As I sit here, fingers poised on keyboard, there is something glaringly obvious on my desk. It is a contrast drawn by the titles of two books sitting side by side: Me 2.0, 4 Steps to Building Your Future by Dan Schawbel and The Next Ten Minutes, 51 Absurdly Simple Ways to Seize the Moment by Andrew Peterson.
I have read both in the last week or so, but it wasn’t until I had the visual that I realized they complement each other pretty nicely. Both are filled with valuable information and tools, depending on your mindset or phase. It breaks down like this: When you’re in “do” mode Schawbel has you covered, but if you’re in “do nothing” mode it’s time to turn to Peterson.
Whether you’re unemployed, pondering a career or other life change, or advising a friend or relative who is in that situation, these resources come from authors who know of what they speak. As a life coach, I can not only recommend them to clients, but tap into the exercises for use in client sessions.
Let’s begin with Schawbel, the managing partner of Millennial Branding, LLC who writes the syndicated PersonalBrandingBlog.com (named the No. 1 job blog by Careerbuilder.com). His book is structured so that you can read it cover to cover for a comprehensive guide to branding in this social media age or you can simply access the section you need in the moment.
“Personal branding is the ultimate career catalyst,” Schawbel writes. “It will allow you to achieve your long-term goals in the short term and empower you to become the commander of your career.”
Part of that requires investing in personal discovery and Schawbel has a section devoted to that. No surprise that’s my favorite section. Regular readers of Game Plan know I love to beat that drum, as it is essential to tap into what makes you tick if you’re going to have a fulfilling, meaningful career and life. It’s not just about the cash.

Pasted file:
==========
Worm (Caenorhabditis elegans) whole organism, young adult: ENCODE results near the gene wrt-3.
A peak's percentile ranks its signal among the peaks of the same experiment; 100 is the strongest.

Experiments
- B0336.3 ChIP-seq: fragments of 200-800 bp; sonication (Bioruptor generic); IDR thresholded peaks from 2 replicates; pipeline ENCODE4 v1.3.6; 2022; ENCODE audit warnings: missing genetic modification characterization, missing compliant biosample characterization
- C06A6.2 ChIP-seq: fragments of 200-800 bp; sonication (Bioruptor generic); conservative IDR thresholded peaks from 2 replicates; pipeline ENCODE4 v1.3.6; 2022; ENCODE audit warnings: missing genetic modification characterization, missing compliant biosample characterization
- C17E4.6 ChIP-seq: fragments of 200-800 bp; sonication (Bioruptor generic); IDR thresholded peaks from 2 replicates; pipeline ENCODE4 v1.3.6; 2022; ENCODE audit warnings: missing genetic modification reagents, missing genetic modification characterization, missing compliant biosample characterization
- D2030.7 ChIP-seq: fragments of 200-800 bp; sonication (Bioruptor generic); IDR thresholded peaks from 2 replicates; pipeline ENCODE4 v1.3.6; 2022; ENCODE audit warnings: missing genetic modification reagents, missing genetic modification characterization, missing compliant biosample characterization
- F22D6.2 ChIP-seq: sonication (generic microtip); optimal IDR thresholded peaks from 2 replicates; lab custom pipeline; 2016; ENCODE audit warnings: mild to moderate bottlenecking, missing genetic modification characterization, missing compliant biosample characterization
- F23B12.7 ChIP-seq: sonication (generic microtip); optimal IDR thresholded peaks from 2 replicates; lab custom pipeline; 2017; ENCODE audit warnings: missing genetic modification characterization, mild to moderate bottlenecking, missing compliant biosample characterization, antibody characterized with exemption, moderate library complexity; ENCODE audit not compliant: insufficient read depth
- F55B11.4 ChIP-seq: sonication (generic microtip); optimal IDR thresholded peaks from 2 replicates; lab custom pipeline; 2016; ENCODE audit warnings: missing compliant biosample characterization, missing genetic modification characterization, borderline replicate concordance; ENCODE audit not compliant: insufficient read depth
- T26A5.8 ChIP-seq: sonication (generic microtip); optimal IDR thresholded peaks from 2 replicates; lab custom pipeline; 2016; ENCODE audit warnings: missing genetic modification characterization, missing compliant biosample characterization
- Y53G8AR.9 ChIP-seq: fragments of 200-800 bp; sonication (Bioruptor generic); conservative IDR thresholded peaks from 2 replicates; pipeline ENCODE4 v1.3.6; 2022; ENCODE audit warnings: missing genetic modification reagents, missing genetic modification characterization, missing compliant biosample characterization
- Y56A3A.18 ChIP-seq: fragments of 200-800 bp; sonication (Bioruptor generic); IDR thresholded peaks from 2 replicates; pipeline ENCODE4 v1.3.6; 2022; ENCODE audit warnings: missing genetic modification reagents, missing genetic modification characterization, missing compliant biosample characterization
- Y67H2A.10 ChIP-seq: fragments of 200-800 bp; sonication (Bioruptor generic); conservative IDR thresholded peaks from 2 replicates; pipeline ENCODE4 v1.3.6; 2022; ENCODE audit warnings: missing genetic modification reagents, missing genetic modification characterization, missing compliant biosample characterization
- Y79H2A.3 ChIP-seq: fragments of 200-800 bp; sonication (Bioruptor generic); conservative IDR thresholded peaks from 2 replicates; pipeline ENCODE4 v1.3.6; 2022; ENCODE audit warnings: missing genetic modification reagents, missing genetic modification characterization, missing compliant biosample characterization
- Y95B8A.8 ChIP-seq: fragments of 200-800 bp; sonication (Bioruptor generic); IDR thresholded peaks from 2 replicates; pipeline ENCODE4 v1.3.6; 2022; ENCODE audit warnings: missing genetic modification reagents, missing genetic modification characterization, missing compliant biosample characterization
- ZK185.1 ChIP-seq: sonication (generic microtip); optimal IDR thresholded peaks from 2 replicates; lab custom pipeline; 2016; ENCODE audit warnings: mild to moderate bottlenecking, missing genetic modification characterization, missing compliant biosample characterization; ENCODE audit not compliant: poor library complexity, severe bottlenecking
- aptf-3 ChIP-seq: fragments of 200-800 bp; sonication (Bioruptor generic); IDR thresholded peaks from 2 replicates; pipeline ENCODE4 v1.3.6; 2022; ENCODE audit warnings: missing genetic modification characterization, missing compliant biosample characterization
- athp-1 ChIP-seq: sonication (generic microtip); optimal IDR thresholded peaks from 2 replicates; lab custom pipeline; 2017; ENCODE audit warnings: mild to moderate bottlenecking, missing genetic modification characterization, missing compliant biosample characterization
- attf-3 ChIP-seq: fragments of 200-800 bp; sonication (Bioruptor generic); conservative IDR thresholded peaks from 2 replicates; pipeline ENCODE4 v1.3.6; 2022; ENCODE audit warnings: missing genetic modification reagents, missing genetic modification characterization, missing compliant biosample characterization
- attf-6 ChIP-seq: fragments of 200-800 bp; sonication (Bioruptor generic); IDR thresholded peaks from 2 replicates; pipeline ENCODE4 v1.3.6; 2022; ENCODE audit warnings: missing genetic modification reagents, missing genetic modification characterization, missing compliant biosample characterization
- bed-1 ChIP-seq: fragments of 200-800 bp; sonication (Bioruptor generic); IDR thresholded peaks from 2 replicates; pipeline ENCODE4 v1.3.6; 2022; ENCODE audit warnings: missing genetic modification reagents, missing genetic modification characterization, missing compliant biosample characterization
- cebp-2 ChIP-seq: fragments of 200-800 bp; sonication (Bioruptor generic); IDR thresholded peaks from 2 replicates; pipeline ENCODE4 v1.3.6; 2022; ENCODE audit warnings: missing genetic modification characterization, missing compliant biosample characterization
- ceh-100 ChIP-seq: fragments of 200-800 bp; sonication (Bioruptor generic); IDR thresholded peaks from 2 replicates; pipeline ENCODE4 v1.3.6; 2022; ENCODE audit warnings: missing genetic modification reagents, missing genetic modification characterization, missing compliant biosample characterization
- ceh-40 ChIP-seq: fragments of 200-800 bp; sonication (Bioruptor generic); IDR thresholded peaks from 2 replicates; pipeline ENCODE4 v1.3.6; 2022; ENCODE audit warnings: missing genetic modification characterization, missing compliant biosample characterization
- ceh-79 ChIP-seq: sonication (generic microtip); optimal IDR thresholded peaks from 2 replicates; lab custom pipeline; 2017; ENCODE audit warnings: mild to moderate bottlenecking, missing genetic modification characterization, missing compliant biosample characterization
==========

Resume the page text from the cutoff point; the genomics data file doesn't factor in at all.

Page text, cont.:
Here are a few sample questions from Schawbel’s “Personal Discovery Assessment” to give you an idea what I mean:
~ What are my five favorite activities?
~ What are the top five personality attributes that others use to describe me?
~ What classes were your favorites in college?
Now let’s say quizzes and tips and exploration sound like a big drag to you right now because you’ve been in that mode for a while and you’re sick of doing. You don’t want to think about your finest attributes, the text for your Web site, the recommendations for your LinkedIn.com page or even what your name is. You need permission to drop the to-do list for a while.
Here comes Andrew Peterson to take care of what’s going on with you now.
Like his subtitle says, Peterson -- a writer, composer and licensed therapist -- puts forth 51 tangible exercises. They are grounded in research, so don’t be fooled by their simplicity. As a life coach, they strike me as somewhere between a quick fix and full-blown therapy.
“Rather than taking readers out of the everyday, Dr. Peterson invites them to move more deeply into the familiar tasks of ordinary life, such as turning simple breathing, eating, physical love, or throwing out the trash into meditative exercises that can transform your day,” reads the book’s back cover. “Based on both Buddhist philosophy and proven psychology techniques, these succinct and accessible meditations also offer simple and effective methods for therapeutic counseling and personal growth.”
Want it boiled down? Peterson’s motto is “everyday mindfulness.”
Oh, how I love that. Let me count the ways.
He introduces the book by stating that he meditates for 10 minutes every morning, but then admits that actually isn’t true. He intends to meditate every day. By using this anecdote, one so many people relate to (especially if you sub out meditate for exercise or any number of other activities), he lures in the reader. Please, bring us a solution.
Surprise! That solution is “throw something away” or “stare at the wall” or, yes, “procrastinate.” Each of these is a chapter and Peterson takes the reader through what she’ll need and how to do it.
“The specific elements that I have drawn from different theories share a common goal that I believe is universal to all schools of psychotherapy: the enhancement of the individual’s capacity to observe his or her own mind in action,” Peterson writes.
The key, then, is a heightened awareness of one’s own power.
Hmmmm. That also helps with Schawbel’s suggestions for branding.
And the beat goes on …